All problems have been addressed. We employ a registration algorithm based on the maximization of the mutual information, as published in Mattes et al, 2003. The implementation is based on the open source library ITK (see http://www.itk.org). Note that although technically in the second and third problems the modalities are the same, in practice we found that maximizing the mutual information provides an efficient way to be robust with respect to the changes in image intensities and anatomy naturally occurring in this case. We show below some representative examples of the results obtained on our data for the intra-study registration and the inter-patient registration (only the rigid part). It can be readily seen that the three modalities are perfectly aligned. The inter-patient alignment also worked well, keeping in mind that pure rigid registration cannot compensate for the differences inherent to the different anatomies between patients.
|modality #1||modality #2||modality #3|
In the examples above only the a rigid transformation has been used. To address the problem of inter-study registration, in particular having in mind the application to the assessment of erosion progression, a non-rigid component is also required. The same registration method cited above, through the maximimization of mutual information, proved extremely effective. We show below two representative examples of registration between baseline and follow-up studies of the same patient, as well as between studies of different patients.
|study #1 (fixed)||study #2 (registered)||study #2 (original)|
We remark that, depending on the application, we use the deformation field estimated during the registration process, rather than the image warped with such field. This will be seen more in detail in the section about erosions.Up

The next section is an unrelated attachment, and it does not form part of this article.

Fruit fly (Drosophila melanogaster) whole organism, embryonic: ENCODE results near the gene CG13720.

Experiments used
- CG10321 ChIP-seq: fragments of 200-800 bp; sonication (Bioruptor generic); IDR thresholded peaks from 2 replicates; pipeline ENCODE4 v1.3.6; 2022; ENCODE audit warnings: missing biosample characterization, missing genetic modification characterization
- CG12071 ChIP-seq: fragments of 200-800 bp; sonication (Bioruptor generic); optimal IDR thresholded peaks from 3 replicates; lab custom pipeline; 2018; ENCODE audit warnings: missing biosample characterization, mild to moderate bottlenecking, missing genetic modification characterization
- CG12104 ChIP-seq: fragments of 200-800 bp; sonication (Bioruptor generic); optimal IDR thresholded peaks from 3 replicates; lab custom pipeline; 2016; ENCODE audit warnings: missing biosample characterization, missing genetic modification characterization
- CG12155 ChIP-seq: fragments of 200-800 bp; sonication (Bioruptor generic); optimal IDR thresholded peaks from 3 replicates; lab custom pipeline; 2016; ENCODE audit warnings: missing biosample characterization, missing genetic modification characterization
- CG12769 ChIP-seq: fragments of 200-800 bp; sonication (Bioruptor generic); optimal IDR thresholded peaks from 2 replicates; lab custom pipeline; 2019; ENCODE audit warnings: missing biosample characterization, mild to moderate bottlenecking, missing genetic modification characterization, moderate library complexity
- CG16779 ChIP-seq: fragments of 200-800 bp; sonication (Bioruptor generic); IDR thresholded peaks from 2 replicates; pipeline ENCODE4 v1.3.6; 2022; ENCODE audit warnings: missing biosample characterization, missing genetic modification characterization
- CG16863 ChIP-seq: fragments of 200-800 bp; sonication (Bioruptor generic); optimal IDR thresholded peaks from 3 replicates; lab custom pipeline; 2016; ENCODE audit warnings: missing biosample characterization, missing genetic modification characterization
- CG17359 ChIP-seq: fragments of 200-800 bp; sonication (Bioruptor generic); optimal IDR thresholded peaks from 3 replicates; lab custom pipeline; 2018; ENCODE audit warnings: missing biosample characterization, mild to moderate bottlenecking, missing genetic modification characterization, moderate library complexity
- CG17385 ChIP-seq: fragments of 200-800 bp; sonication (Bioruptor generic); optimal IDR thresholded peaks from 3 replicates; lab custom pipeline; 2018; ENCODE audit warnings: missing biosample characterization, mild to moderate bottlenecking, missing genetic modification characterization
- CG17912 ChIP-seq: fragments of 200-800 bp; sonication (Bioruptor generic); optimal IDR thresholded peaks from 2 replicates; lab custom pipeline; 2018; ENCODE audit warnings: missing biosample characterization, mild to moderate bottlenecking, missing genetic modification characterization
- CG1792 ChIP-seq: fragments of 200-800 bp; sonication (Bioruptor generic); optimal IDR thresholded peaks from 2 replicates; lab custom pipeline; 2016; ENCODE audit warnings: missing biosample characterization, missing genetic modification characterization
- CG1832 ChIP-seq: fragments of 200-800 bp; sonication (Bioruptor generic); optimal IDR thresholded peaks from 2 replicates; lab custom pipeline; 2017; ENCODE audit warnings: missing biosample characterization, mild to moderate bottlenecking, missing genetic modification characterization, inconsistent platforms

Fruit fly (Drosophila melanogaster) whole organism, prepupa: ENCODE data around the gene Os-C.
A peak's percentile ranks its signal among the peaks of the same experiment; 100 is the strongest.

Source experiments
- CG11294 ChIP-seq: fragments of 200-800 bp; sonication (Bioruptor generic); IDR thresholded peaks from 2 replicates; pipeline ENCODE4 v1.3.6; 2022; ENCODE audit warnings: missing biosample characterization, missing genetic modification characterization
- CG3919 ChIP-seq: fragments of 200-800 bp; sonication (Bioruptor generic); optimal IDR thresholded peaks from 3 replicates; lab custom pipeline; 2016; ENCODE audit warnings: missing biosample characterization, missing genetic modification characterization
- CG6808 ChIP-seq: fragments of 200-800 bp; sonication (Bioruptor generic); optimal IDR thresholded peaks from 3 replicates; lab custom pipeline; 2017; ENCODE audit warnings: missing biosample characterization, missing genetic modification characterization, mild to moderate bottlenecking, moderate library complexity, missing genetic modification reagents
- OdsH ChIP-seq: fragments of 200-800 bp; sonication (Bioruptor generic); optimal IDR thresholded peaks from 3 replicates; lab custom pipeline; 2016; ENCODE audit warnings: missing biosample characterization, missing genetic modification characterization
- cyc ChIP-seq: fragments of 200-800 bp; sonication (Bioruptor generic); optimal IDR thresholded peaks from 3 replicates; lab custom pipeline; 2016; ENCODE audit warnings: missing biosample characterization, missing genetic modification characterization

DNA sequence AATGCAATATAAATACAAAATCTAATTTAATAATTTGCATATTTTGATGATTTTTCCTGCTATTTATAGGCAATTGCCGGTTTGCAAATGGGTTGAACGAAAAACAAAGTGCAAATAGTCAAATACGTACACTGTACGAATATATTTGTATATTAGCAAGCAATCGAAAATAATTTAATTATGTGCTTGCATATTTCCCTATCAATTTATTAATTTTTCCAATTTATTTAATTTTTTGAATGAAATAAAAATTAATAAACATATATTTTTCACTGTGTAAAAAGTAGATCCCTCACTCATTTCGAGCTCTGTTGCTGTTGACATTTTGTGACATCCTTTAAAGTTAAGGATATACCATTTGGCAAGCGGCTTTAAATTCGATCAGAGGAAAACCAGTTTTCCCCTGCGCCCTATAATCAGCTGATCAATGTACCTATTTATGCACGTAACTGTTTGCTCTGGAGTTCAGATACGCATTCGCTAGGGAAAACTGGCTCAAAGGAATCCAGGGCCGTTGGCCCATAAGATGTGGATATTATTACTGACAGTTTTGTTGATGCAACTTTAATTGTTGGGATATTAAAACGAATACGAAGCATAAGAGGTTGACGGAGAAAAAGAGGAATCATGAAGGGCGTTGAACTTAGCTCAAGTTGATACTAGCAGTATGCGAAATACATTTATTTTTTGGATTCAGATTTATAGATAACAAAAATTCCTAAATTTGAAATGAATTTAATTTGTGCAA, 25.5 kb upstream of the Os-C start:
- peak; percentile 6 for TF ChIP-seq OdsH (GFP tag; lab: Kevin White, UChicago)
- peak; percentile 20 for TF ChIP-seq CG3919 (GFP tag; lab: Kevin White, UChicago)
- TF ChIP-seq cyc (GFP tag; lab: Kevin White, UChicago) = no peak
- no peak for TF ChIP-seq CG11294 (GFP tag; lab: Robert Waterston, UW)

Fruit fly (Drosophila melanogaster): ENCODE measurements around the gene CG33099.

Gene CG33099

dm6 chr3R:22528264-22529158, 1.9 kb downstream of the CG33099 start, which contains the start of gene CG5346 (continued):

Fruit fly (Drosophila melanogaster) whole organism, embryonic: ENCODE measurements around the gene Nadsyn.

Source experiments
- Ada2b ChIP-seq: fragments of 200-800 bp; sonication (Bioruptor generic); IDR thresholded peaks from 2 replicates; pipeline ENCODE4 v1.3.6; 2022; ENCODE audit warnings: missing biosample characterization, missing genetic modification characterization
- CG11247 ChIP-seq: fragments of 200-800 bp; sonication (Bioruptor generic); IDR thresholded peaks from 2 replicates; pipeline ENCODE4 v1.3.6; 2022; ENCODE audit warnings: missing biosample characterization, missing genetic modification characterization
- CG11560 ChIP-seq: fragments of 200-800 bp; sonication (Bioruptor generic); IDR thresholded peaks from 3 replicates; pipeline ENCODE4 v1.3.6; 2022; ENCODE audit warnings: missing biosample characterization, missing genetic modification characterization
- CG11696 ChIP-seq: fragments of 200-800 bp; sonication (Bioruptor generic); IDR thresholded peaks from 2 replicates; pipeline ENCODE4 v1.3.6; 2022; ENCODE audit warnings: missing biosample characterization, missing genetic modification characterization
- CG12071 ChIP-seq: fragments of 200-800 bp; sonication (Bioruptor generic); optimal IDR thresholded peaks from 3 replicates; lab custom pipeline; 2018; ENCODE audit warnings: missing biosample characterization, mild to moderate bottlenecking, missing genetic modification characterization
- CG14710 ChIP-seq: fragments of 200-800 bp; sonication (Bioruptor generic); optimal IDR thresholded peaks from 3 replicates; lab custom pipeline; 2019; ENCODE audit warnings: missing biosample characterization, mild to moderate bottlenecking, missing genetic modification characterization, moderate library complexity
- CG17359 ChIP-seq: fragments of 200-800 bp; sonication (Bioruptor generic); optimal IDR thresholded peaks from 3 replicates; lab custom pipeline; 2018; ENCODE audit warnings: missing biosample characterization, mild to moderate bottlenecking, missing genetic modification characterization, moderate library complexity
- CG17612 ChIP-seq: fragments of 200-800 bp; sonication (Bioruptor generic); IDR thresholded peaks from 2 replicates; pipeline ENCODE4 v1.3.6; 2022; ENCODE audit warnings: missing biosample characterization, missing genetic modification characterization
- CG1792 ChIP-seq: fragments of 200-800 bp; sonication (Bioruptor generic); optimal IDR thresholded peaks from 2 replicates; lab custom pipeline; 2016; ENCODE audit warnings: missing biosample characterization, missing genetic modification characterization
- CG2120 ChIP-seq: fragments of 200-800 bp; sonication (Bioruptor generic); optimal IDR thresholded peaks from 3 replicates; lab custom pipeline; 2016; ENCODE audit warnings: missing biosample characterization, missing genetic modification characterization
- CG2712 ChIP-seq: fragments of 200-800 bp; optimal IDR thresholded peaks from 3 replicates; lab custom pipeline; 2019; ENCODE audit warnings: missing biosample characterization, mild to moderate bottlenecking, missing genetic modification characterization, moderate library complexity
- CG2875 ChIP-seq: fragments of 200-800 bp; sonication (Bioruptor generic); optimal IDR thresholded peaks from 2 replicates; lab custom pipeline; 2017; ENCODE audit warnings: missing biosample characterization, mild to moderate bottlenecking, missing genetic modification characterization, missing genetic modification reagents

The accurate estimation of the volume of the inflamed synovial membrane is the first objective of our work. From an algorithmic point of view, such objective can be achieved by first segmenting inflamed synovia from all others tissues, and then evaluating the volume of the segmented regions. The conversion between the volume in voxels of the segmented regions and their actual volume in cubic mm can be conveniently done by means of MR volumetric acquisitions. To this aim, the clinical partners designed a protocol for MRI acquisitions, including series of T1-weighted, volumetric MR images, of the hips or wrists of the enrolled patients. Two of the series are acquired 1.5 and 10 minutes after the injection of a Gd-DTPA bolus, which enhances the contrast of highly vascularized tissues, as it should occur in case of an active synovial pannus.
As we have seen in the previous section, the manual segmentation of the enhanced parts is, at least in the wrist, a tedious and time-consuming, and the results have an high inter-operator variability. These are serious hurdles to the use of the synovial volume as a predictive marker for the future erosive damage. Therefore, any automatic or semi-automatic measurement method would be welcome, provided it could reduce both the variability and the time required for the measure. However, one should not overlook the difficulties in designing such a method. These are due to the thin shapes under study (high sensitivity of the result to errors in the segmentation), and to the necessity of incorporate some prior anatomical knowledge (for discriminating between synovia and other enhanced structures).